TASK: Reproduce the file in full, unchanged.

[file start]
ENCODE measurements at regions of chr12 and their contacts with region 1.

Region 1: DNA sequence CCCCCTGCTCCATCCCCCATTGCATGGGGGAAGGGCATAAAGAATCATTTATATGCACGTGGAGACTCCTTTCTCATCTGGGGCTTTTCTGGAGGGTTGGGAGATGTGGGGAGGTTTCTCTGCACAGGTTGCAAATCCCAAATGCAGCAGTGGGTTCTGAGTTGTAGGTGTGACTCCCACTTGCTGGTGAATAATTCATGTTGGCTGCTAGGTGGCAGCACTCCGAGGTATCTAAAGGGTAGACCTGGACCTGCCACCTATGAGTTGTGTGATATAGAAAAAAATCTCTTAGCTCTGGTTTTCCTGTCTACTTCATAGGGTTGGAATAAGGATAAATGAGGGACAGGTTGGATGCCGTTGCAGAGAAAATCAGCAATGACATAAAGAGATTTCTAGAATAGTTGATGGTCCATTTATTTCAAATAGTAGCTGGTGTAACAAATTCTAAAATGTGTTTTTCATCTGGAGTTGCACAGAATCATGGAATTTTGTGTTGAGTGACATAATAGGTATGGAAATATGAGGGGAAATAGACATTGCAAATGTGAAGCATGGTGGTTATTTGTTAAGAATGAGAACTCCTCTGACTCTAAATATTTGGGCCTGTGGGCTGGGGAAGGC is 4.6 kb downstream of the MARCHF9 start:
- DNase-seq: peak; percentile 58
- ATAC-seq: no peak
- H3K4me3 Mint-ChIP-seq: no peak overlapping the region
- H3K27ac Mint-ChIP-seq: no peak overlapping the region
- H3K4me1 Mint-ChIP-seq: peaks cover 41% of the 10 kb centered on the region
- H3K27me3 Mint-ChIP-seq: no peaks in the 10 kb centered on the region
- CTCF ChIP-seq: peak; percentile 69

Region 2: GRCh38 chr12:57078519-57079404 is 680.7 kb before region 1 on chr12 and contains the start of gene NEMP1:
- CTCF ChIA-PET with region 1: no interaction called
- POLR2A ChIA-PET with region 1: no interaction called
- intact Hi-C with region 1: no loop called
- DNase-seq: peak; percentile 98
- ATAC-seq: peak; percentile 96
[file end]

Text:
ENCODE measurements at regions of chr12 and their contacts with region 1.

Region 1: DNA sequence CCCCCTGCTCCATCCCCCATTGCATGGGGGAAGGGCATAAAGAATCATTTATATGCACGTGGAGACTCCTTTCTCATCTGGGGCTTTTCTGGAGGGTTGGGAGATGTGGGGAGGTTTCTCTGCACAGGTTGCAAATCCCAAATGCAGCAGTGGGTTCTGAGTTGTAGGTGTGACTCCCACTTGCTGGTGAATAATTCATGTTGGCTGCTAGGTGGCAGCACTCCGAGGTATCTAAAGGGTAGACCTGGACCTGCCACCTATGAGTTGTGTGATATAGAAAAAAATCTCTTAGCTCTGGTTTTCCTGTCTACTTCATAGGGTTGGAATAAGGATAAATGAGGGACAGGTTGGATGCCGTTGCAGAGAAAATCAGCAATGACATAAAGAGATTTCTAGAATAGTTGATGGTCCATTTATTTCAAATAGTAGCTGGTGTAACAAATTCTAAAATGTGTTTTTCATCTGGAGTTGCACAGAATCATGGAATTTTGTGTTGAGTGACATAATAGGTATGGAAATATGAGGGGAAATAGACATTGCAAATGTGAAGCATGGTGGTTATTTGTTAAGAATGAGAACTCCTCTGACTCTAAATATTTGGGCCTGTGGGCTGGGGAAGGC is 4.6 kb downstream of the MARCHF9 start:
- DNase-seq: peak; percentile 58
- ATAC-seq: no peak
- H3K4me3 Mint-ChIP-seq: no peak overlapping the region
- H3K27ac Mint-ChIP-seq: no peak overlapping the region
- H3K4me1 Mint-ChIP-seq: peaks cover 41% of the 10 kb centered on the region
- H3K27me3 Mint-ChIP-seq: no peaks in the 10 kb centered on the region
- CTCF ChIP-seq: peak; percentile 69

Region 2: GRCh38 chr12:57078519-57079404 is 680.7 kb before region 1 on chr12 and contains the start of gene NEMP1:
- CTCF ChIA-PET with region 1: no interaction called
- POLR2A ChIA-PET with region 1: no interaction called
- intact Hi-C with region 1: no loop called
- DNase-seq: peak; percentile 98
- ATAC-seq: peak; percentile 96